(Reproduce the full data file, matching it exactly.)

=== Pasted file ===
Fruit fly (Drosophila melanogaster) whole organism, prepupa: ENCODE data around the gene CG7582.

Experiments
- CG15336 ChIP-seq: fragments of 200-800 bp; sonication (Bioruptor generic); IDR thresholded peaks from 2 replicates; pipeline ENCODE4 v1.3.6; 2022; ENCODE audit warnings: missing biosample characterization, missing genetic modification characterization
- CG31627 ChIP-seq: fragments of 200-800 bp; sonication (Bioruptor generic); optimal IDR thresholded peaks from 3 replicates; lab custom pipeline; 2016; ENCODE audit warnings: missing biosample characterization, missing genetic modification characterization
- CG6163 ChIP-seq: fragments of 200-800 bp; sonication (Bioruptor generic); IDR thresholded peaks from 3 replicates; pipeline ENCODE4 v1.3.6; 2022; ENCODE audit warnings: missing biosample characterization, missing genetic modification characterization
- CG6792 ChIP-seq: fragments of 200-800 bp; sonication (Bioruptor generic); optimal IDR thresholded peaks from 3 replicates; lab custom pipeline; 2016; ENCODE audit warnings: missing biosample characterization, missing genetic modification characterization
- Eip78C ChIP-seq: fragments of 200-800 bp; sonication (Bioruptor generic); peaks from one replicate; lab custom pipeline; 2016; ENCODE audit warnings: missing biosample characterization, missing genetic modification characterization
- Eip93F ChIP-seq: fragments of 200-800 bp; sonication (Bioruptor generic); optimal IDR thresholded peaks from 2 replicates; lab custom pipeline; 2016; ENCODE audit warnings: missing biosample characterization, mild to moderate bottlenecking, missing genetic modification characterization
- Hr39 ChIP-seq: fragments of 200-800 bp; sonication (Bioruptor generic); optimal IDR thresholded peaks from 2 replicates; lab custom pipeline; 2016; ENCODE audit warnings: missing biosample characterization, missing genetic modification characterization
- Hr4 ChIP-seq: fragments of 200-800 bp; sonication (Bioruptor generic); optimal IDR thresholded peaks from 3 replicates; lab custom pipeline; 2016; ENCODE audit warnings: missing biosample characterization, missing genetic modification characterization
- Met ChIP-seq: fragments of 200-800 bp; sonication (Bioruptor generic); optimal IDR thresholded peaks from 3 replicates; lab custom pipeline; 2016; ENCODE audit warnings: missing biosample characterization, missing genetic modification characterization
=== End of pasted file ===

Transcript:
Fruit fly (Drosophila melanogaster) whole organism, prepupa: ENCODE data around the gene CG7582.

Experiments
- CG15336 ChIP-seq: fragments of 200-800 bp; sonication (Bioruptor generic); IDR thresholded peaks from 2 replicates; pipeline ENCODE4 v1.3.6; 2022; ENCODE audit warnings: missing biosample characterization, missing genetic modification characterization
- CG31627 ChIP-seq: fragments of 200-800 bp; sonication (Bioruptor generic); optimal IDR thresholded peaks from 3 replicates; lab custom pipeline; 2016; ENCODE audit warnings: missing biosample characterization, missing genetic modification characterization
- CG6163 ChIP-seq: fragments of 200-800 bp; sonication (Bioruptor generic); IDR thresholded peaks from 3 replicates; pipeline ENCODE4 v1.3.6; 2022; ENCODE audit warnings: missing biosample characterization, missing genetic modification characterization
- CG6792 ChIP-seq: fragments of 200-800 bp; sonication (Bioruptor generic); optimal IDR thresholded peaks from 3 replicates; lab custom pipeline; 2016; ENCODE audit warnings: missing biosample characterization, missing genetic modification characterization
- Eip78C ChIP-seq: fragments of 200-800 bp; sonication (Bioruptor generic); peaks from one replicate; lab custom pipeline; 2016; ENCODE audit warnings: missing biosample characterization, missing genetic modification characterization
- Eip93F ChIP-seq: fragments of 200-800 bp; sonication (Bioruptor generic); optimal IDR thresholded peaks from 2 replicates; lab custom pipeline; 2016; ENCODE audit warnings: missing biosample characterization, mild to moderate bottlenecking, missing genetic modification characterization
- Hr39 ChIP-seq: fragments of 200-800 bp; sonication (Bioruptor generic); optimal IDR thresholded peaks from 2 replicates; lab custom pipeline; 2016; ENCODE audit warnings: missing biosample characterization, missing genetic modification characterization
- Hr4 ChIP-seq: fragments of 200-800 bp; sonication (Bioruptor generic); optimal IDR thresholded peaks from 3 replicates; lab custom pipeline; 2016; ENCODE audit warnings: missing biosample characterization, missing genetic modification characterization
- Met ChIP-seq: fragments of 200-800 bp; sonication (Bioruptor generic); optimal IDR thresholded peaks from 3 replicates; lab custom pipeline; 2016; ENCODE audit warnings: missing biosample characterization, missing genetic modification characterization